Marking the emergence of Kawasaki into the large capacity four-stroke multi-cylinder market, the Z1, and its many subsequent incarnations, proved fundamental in establishing the Japanese manufacturer’s reputation for “bullet proof” precision engineering that lasts to this day.
As the first motorcycle in a revered forty year history of Z models, the 903cc Z1 has become a motorcycling icon and, for many enthusiasts and industry experts, a machine of great historical significance.
Combining advanced technical features and what has become recognised as a timeless design, the Z1 is one of the most coveted collector’s machines in the world of motorcycling.
Inspirational and innovative, the four-cylinder, across the frame four-stroke sports tourer led to an array of further successful Z machines and acted as technical and design inspiration for many subsequent Kawasaki models in the Z line including the current Z750R and streetfighter style Z1000.
Hugely influential in the overall styling approach to the first water-cooled Z1000 which was launched in 2003, many Z1 design elements – such as the four pipe style exhaust layout and distinctive tail cowling – were carried over from the original machine created by Kawasaki designer Gyoichi “Ben” Inamura and his team of enthusiastic KHI engineers in the late 1960’s and early 1970’s.
Celebrating the 40th anniversary of the Z model line, and the 1972 European debut of the iconic Z1, Kawasaki is planning a range of activities during the course of 2012 culminating in a display of Z machines at the German motorcycle fair (INTERMOT) in October.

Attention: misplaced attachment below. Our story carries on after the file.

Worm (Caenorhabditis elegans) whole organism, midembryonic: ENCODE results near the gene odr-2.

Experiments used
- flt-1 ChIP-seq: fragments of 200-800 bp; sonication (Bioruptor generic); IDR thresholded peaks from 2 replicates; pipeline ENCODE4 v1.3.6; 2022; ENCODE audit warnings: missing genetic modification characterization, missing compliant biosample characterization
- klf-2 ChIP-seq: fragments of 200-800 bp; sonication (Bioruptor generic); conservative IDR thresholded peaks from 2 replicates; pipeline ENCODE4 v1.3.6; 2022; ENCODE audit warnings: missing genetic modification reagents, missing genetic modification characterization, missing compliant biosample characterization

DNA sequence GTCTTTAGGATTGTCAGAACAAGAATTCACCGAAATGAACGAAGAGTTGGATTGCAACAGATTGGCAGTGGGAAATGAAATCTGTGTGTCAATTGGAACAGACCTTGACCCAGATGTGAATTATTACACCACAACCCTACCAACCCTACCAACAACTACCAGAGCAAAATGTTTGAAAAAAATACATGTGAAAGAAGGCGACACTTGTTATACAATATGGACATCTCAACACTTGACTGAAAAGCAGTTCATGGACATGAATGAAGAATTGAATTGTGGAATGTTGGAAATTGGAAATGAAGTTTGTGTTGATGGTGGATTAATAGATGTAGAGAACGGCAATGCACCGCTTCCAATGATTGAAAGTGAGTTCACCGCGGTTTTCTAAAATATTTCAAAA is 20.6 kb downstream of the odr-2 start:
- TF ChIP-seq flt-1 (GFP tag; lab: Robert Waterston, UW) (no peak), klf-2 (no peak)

With an enthusiasm for Kawasaki that spans forty years of motorcycling, 60 year old Franz Volkman of Speyer, Germany, represents one of the elite group of purchasers who bought a brand new machine when they became available in Europe in the early 1970’s.
“I first saw the 900 Z1 at the IFMA motorcycle show in Cologne in September 1972 and instantly wanted it and ordered one right away. It was one of the first delivered in March 1973 and I asked my Kawasaki dealer to give me a ring when the crate was delivered, He rang me at work when it arrived and I took the rest of the day off!
What was so amazing about the Z1? Besides its great design, it was all about power. The powerful engine with a claimed 82 horsepower made it the strongest bike in the market. Nothing came close to the Z1. Everything on the Z1 felt right, as if each and every part was designed and crafted by engineers.”
For Kawasaki Europe, Managing Director, Mr Yasushi Kawakami, hoped that the celebration would be enjoyed by all those interested in Z motorcycles saying: “Kawasaki appreciates that our customers are as interested in our heritage as much as they enjoy current machines and we all look forward, with excitement, to the future.
In highlighting forty years of the Z brand, Kawasaki wants to celebrate alongside past, current and future owners. With such a loyal following, we are sure that there will be considerable interest in this significant anniversary.”
In the UK, fans of the Z series will get a chance to see a variety of pristine examples of the Z1 and other machines from forty years of the Z line at the Ace Café Kawasaki day on Sunday 22 April.
Speaking about the annual event, Communications and PR Manager for Kawasaki Motors UK, Martin Lambert, explained that the day would be a good example of cooperation between Kawasaki and Z owners. “The Z1 Owners Club will be at the Ace Café showing examples of many of the iterations of the famous Z models from the early 1970’s onwards.
Likewise, we hope to see the owners of a whole range of Z machines from the awesome Z1300 to Eddie Lawson replicas and today’s streetfighter styled Z750R and Z1000. It’s a free day out and the atmosphere on Kawasaki day at the Ace Café is always very special, this Z40 celebration on 22 April will make it even more so.”